Pit Bull Makes a Pawsitive Difference
A medical practitioner of sorts makes the rounds at Shriners Hospitals for Children® - Salt Lake City every two weeks. Although she’s never been to medical school - this particular care provider is well versed in the art of healing. She has no need for medical charts, prescriptions or even words - instead she relies on therapeutic forms of touch and play to share an unmistakable message of comfort, hope and acceptance.
Piggy is a certified therapy dog. The Pit Bull Boxer mix is a lot like the children she visits at that hospital in that she defies expectations.
“Miss Piggy has a wheelchair just like you,” Jessica Dunn’s mother Pam says as Piggy introduces herself to the pair.
Piggy understands all too well the rigors and stress involved in medical care. The Pit Bull has spent more than her fair share of time in emergency rooms, clinics and physical therapy.
Piggy’s spinal cord was severed nearly 90 percent when she was hit by a car three years ago. The driver never stopped and fortunately Piggy didn’t let her injury stop her either.
Piggy’s prognosis was grim in the days after the hit and run. She had no reflexes and she quickly lost all of her muscle tone. Although it appeared she would need to be put down her owner and handler April Hollingsworth says she never gave up hope, “Everybody thought I was nuts. I didn’t care if she couldn’t walk. I just wanted her to be happy.”
Within days, the first signs of Piggy’s resilience became apparent. Although it was clear her life would never be the same, the Pit Bull Boxer mix was determined to have a future. Piggy began rehabilitation. Therapists outfitted her with a doggy wheelchair which enabled her to drag her hind legs. Soon, Piggy was bounding around the neighborhood. That’s where April and Piggy met a man who had lost both his legs due to a climbing accident. When April saw the impact Piggy had on the amputee, she realized Piggy had a calling, “I feel like she is a gift I have to give.”
Shriners Hospitals for Children® - Salt Lake City seemed like the logical place to share Piggy’s gift. The pediatric orthopaedic specialty hospital provides life changing surgery and care to children with bone, muscle and joint conditions – all without financial obligation to patients or their families.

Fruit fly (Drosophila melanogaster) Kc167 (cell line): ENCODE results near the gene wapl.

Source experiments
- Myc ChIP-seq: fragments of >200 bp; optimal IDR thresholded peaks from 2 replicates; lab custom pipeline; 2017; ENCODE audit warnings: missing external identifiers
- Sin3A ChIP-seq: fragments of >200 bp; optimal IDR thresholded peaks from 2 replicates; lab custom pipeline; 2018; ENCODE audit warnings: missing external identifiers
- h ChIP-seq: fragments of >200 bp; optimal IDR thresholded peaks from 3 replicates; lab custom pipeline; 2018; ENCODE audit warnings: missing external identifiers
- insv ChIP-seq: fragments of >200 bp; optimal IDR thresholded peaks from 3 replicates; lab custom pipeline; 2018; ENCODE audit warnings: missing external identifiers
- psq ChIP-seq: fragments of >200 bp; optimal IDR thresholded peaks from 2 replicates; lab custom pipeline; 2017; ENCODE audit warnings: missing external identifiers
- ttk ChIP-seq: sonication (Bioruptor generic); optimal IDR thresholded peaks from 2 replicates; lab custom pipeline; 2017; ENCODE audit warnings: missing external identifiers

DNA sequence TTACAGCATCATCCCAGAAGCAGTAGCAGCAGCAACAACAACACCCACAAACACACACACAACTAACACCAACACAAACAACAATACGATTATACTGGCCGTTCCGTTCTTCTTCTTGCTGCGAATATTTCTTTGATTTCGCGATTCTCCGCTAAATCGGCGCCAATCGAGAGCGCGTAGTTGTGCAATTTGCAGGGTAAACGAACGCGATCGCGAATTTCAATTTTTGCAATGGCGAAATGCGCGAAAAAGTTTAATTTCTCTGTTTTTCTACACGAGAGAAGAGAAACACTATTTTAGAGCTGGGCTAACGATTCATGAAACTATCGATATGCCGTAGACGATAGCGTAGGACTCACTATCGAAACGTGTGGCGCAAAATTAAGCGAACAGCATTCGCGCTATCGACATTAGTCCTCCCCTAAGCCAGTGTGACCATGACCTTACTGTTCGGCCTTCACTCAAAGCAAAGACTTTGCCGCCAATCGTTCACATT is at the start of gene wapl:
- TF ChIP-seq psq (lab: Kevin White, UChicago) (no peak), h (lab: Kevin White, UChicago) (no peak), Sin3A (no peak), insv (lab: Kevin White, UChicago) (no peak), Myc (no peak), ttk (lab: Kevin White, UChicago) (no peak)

“She likes coming here. She runs right to the elevator,” April explains. “All she has to do is give her little smile and she gets tons of attention.”
Piggy’s visits are short. She allows just enough time for a child to throw her a ball, scratch underneath her chin or feed her a treat. Piggy’s rounds include 20 patient rooms. She found Jared Kinard waiting for her in one of those rooms. The young boy from Fort Collins, Colorado has cerebral palsy. Although he was tired and in need of a nap, Jared says he willed himself to stay awake until Piggy arrived, “I just love dogs. I haven’t seen anything like her before. She is so sweet and gentle.”
Jared’s mother Susan leans down to coo words of thanks in Piggy’s ears, “What a good dog to come and see these kids who are going through the same thing.”
Jarod instantly empathized with Piggy. He’s unable to feel his left leg and like Piggy he uses a wheelchair to get around. For a moment though, he’s not thinking about his own medical condition. Instead, he experiences a sense of control as he lavishes affection on Piggy.
Recreation Therapist Laura Lewis says therapy dogs make the hospital feel less frightening, “I’ve witnessed moments where a child hasn’t talked to anyone else but the second the dog comes into the room they will just sit down and tell the dog what scares them.”
Piggy can be relied upon to nuzzle a baby’s nose or lick a treat out of a child’s hands. She received her certification through Intermountain Therapy Animals. Like all volunteer dogs, Piggy’s skills, temperament and manners were tested. She defies the stereotype of the ferocious Pit Bull, preferring instead to prove a disability doesn’t have to slow you down. Piggy’s good deeds, gentle demeanor and warm smile are proof Pit Bulls can also make good role models.